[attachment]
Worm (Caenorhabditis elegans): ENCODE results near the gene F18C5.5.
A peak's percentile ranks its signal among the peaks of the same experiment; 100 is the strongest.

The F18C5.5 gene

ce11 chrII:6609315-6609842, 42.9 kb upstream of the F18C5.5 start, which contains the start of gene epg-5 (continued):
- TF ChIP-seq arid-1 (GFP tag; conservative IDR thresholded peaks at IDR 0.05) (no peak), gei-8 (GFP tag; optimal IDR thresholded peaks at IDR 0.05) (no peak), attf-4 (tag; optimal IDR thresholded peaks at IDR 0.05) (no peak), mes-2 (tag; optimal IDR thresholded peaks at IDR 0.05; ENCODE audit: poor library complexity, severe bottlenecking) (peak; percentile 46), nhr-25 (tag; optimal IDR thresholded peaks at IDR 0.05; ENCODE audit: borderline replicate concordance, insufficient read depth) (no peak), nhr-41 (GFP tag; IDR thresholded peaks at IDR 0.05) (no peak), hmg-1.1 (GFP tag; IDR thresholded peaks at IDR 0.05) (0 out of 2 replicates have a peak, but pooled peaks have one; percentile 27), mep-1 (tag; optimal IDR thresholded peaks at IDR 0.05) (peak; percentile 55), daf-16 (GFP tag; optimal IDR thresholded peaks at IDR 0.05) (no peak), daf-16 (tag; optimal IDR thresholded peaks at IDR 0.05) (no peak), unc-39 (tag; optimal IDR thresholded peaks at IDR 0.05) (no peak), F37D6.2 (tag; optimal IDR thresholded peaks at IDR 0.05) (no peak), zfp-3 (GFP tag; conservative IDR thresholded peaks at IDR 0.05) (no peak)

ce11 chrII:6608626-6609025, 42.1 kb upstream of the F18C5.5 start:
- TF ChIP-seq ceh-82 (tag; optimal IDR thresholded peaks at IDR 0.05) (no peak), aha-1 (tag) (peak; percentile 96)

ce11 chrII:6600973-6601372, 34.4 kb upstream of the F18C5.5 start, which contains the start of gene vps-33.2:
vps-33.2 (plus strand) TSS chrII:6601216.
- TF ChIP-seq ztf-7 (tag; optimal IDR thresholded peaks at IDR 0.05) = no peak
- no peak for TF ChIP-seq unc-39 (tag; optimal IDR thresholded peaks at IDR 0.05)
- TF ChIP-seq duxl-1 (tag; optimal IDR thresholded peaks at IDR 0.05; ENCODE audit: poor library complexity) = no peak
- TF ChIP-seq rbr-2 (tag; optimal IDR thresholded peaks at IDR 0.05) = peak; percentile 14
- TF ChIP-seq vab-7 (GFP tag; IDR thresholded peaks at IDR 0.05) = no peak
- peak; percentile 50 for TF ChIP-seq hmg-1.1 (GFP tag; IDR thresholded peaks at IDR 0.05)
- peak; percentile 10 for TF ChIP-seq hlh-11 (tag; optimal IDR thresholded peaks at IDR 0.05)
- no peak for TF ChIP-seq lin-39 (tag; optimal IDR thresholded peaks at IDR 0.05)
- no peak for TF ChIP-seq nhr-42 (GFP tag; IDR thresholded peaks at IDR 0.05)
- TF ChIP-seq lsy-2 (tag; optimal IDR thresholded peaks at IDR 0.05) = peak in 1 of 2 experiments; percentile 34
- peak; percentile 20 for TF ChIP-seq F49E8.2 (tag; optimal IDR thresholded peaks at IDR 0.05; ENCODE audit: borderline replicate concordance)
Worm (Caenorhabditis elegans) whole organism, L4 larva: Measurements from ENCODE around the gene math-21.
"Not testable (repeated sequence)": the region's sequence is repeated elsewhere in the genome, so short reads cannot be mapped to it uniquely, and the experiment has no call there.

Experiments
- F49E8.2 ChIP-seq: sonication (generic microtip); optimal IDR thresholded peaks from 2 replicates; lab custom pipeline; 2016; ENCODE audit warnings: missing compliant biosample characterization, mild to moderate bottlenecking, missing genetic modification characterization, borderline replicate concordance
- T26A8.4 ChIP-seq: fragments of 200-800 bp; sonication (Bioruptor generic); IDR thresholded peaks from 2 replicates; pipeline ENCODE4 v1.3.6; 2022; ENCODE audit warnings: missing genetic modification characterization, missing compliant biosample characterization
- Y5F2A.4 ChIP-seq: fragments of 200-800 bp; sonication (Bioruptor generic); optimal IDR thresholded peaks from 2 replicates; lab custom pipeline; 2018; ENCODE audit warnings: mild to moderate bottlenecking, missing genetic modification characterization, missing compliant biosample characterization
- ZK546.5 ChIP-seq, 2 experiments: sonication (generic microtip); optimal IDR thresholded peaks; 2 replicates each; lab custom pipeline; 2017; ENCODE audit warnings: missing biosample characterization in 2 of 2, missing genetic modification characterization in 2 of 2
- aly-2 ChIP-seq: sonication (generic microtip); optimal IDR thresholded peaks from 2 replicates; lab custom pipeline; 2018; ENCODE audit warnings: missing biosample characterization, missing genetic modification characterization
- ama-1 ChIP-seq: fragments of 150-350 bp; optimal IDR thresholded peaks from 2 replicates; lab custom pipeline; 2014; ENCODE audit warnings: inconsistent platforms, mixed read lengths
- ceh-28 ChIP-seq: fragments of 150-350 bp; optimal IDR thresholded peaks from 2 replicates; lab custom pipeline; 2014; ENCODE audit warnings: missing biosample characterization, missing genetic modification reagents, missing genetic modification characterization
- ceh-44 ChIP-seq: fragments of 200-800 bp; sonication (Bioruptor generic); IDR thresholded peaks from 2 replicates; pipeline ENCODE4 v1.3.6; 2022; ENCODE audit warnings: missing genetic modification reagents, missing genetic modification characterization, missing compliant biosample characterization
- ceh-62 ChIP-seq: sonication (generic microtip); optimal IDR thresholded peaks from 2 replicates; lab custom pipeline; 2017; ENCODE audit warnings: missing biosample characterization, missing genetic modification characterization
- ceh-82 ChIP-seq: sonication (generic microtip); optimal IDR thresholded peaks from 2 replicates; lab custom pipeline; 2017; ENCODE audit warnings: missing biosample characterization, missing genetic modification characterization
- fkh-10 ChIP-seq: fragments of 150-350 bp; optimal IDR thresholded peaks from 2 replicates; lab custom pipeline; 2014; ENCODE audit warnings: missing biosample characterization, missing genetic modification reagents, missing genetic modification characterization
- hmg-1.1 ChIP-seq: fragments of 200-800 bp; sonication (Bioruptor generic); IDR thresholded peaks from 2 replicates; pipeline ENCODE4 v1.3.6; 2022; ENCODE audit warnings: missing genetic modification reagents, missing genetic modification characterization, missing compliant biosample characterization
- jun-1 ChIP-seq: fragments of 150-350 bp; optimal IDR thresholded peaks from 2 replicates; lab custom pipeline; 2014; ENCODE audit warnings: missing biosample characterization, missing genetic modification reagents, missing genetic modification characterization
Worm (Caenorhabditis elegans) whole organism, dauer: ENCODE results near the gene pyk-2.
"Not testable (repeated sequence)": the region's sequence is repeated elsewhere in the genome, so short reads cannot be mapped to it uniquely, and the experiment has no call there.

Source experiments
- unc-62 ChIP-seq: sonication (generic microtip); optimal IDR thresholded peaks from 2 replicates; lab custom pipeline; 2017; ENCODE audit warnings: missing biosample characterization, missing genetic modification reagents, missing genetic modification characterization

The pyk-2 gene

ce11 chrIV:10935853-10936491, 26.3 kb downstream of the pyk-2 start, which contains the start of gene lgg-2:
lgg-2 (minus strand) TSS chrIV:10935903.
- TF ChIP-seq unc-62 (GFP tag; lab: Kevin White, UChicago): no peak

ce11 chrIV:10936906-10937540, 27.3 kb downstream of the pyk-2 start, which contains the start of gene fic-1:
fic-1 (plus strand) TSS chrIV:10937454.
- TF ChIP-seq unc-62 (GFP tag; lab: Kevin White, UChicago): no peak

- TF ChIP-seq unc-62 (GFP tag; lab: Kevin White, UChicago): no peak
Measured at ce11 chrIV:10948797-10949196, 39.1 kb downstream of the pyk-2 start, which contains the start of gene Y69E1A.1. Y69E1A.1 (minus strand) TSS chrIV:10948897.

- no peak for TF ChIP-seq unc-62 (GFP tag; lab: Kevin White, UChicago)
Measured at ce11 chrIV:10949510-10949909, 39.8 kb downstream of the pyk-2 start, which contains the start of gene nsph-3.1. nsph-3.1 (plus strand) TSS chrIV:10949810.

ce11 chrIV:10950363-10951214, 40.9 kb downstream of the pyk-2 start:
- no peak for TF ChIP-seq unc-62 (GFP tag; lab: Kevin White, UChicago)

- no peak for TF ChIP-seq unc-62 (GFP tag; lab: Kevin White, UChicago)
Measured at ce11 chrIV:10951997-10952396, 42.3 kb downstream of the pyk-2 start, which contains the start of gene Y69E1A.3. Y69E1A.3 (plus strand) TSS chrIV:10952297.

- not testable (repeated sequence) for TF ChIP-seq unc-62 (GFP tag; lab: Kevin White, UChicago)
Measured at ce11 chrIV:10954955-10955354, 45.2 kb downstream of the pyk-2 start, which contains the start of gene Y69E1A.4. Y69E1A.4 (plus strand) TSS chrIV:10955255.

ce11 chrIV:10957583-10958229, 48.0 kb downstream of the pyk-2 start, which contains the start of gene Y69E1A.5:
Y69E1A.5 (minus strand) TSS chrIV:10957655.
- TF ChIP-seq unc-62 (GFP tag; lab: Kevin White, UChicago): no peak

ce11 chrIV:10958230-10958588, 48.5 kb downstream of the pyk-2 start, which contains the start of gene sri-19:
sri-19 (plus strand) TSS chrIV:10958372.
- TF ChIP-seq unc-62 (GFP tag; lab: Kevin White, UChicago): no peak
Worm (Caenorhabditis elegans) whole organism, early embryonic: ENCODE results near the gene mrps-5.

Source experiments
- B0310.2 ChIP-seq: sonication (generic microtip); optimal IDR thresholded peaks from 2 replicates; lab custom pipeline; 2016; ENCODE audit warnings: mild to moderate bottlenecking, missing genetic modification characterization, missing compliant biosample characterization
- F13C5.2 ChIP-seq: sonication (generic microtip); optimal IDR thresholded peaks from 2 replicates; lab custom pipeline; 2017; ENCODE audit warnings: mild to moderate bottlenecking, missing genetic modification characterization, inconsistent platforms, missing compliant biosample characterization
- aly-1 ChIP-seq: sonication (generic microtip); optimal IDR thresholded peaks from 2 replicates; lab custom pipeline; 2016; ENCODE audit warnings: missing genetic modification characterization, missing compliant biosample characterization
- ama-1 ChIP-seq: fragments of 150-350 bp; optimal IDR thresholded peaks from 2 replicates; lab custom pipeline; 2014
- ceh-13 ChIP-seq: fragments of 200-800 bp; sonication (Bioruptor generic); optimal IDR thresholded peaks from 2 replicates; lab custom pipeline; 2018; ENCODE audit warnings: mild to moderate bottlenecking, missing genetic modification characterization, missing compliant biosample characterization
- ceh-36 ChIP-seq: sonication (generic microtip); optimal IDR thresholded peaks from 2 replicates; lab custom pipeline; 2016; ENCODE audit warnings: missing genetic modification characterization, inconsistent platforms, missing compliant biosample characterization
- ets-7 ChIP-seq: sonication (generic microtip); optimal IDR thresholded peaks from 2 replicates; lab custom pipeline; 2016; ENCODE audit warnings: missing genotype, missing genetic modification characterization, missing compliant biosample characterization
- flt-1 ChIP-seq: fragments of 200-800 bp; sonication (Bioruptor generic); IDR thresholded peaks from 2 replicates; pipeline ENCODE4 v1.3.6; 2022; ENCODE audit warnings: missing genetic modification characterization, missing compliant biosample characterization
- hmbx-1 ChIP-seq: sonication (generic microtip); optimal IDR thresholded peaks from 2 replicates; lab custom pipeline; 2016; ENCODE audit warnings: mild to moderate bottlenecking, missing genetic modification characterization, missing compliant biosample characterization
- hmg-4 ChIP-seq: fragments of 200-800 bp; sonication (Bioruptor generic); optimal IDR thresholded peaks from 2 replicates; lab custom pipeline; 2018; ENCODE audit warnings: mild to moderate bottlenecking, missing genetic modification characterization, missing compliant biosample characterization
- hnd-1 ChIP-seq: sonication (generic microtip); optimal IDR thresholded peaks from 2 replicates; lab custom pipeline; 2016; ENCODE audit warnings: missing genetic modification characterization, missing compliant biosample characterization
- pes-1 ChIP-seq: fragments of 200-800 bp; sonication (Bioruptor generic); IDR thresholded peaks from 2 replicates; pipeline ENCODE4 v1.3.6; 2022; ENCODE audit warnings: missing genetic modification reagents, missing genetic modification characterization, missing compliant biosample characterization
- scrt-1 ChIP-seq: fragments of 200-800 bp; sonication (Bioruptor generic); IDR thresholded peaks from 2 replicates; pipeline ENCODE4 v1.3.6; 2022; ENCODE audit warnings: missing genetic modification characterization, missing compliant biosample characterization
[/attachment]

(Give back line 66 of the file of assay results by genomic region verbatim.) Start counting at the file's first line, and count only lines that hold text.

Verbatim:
- B0310.2 ChIP-seq: sonication (generic microtip); optimal IDR thresholded peaks from 2 replicates; lab custom pipeline; 2016; ENCODE audit warnings: mild to moderate bottlenecking, missing genetic modification characterization, missing compliant biosample characterization